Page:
Python in ArcGIS Pro 1.3: What’s New

by | Sep 26, 2016

Working with Python in ArcGIS Pro 1.3 will be different from earlier versions. From this new version, Esri will integrate the functionality of conda. This blog discusses how using Python is different to earlier versions and what is conda.

By Eric van Rees

ArcGIS Pro version 1.3.1 was released in August. With regards to Python functionality, there are some big changes. One such change is the integration of conda, that is used for distributing the new ArcGIS Python API, among other things.

What is conda?

Conda, short for Anaconda for Python, is a popular and widely used Python package manager. It is created by Continuum Analytics, a company dedicated to advancing Python’s role within the scientific computing community. The software program can be downloaded for free from the Continuum Analytics (1) and is available in multiple versions (for Python 2.7 or 3.5, both available in 32 and 64-bit versions). If you´re using a version of Pro below 1.3 and want to make use of the ArcGIS Python API, you need to install version 3.5 of conda as it requires Python 3.

Conda includes over 100 of the most popular Python, R and Scala packages for data science. In addition, you have access to more than 720 additional packages that can be installed with the software. The 64-bit installation file of version 3.5 is about 350 MB. If you don´t want to install that many packages on your hard drive, there´s also a miniature version of conda available called Miniconda, offering only conda and Python, allowing the user to install individual packages through the conda command line.

Why has Esri integrated conda functionality into Pro?

Esri has been trying to bring the scientific community and the GIS community together by releasing the R-ArcGIS bridge, and the integration of conda within Pro is another step in this direction: by doing so, Esri solves not only the problem of managing code packages on a machine, but also the challenge to share it with others and in different versions. In combination with the new ArcGIS Python API, academics, data scientists and GIS analysts will be able share programs and reproducible research with others.

One Python version, multiple uses

The integration of conda also has implications with regards to the installation of Python together with Pro 1.3. Where previous versions of Pro came with a lightweight version of Python installed, requiring a secondary install of Python in order to run standalone scripts, this is no longer necessary with Pro 1.3. Instead, Esri now installs one Python to be used inside of the application and to run standalone scripts. The arcpy module must be run from inside the conda environment, which ArcGIS Pro uses to manage the installation of Python. To avoid confusion, you need to uninstall Python for ArcGIS Pro from previous versions of Pro.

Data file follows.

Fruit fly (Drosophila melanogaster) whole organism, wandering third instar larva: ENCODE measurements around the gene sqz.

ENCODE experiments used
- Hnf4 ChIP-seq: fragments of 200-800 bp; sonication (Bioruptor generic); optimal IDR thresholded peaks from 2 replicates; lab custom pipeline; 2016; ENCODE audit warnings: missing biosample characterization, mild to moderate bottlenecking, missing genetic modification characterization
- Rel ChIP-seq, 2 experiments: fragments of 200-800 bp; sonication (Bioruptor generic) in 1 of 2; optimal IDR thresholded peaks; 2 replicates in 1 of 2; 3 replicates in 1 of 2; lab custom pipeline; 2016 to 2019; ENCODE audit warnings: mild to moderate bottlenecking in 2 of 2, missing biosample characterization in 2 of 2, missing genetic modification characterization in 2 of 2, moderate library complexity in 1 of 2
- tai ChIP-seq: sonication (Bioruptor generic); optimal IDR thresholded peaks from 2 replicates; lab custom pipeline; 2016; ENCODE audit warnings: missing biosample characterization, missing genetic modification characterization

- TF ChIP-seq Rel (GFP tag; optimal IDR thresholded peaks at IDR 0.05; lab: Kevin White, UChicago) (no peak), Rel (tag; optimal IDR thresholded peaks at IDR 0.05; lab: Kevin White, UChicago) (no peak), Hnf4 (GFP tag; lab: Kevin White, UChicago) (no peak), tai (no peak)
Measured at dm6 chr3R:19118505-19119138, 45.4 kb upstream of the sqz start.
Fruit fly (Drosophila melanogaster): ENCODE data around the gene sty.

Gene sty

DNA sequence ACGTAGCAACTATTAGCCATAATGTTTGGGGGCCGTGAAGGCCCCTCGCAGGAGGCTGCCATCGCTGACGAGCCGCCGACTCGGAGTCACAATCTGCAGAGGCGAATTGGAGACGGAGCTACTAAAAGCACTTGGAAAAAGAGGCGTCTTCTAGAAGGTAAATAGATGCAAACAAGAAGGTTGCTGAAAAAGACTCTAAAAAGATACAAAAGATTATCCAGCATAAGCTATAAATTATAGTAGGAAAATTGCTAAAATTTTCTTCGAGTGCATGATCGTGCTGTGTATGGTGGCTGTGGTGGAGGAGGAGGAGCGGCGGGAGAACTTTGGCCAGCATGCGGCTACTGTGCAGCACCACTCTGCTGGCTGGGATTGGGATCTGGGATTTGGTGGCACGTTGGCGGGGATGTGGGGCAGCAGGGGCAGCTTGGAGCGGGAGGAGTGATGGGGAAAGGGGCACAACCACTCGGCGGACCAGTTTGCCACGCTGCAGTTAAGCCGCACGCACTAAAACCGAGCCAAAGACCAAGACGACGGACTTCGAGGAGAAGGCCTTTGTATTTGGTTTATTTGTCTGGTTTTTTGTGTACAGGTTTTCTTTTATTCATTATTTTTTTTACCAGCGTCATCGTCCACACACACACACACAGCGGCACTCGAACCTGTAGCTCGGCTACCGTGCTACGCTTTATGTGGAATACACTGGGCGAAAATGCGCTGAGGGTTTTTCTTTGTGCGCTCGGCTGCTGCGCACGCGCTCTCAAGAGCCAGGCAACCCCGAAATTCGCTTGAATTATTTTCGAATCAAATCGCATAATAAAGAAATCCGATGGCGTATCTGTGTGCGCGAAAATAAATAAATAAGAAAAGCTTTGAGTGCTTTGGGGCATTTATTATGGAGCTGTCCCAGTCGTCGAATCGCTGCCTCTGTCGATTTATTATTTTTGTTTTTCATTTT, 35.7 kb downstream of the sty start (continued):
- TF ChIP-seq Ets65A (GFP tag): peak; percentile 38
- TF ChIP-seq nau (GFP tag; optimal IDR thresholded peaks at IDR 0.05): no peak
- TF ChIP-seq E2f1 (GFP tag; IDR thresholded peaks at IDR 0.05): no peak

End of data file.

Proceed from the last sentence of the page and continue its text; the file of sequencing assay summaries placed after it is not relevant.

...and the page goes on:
The integration of conda changes the way one would work with Python as well as the arcpy module outside of ArcGIS Pro . For example, when you want to use a Python IDE with Pro 1.3, you need to configure the version of Python that the IDE uses by directing the IDE to use the correct Python.exe file within the ArcGIS Pro installation.

It is not yet possible to create and change conda environments with specific sets and versions of Python packages within ArcGIS Pro. There is a current workaround to this problem, which involves calling ArcGIS\Pro\bin\python\scripts\propy.bat from a command prompt, which determines the application’s active conda environment and activates it in a standalone script.

Upcoming Python – ArcGIS Pro classes from Geospatial Training Services.

Introduction to Programming ArcGIS Pro with Python

Intermediate ArcGIS Pro Programming with Python



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Eric van Rees
Eric van Rees is a freelance writer and editor. His specialty is GIS technology. He has more than eight years of proven expertise in editing, writing and interviewing as editor and editor-in-chief for the international geospatial publication GeoInformatics, as well as GIS Magazine and CAD Magazine, both published in Dutch. Currently, he writes about geospatial technology for various clients, publications and blogs.

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